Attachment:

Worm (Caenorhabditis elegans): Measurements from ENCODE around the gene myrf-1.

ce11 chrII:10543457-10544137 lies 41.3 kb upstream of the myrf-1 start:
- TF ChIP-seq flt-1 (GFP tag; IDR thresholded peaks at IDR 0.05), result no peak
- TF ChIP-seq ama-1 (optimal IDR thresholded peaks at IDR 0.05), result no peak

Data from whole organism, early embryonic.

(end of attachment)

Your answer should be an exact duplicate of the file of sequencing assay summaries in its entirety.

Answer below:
Worm (Caenorhabditis elegans): Measurements from ENCODE around the gene myrf-1.

ce11 chrII:10543457-10544137 lies 41.3 kb upstream of the myrf-1 start:
- TF ChIP-seq flt-1 (GFP tag; IDR thresholded peaks at IDR 0.05), result no peak
- TF ChIP-seq ama-1 (optimal IDR thresholded peaks at IDR 0.05), result no peak

Data from whole organism, early embryonic.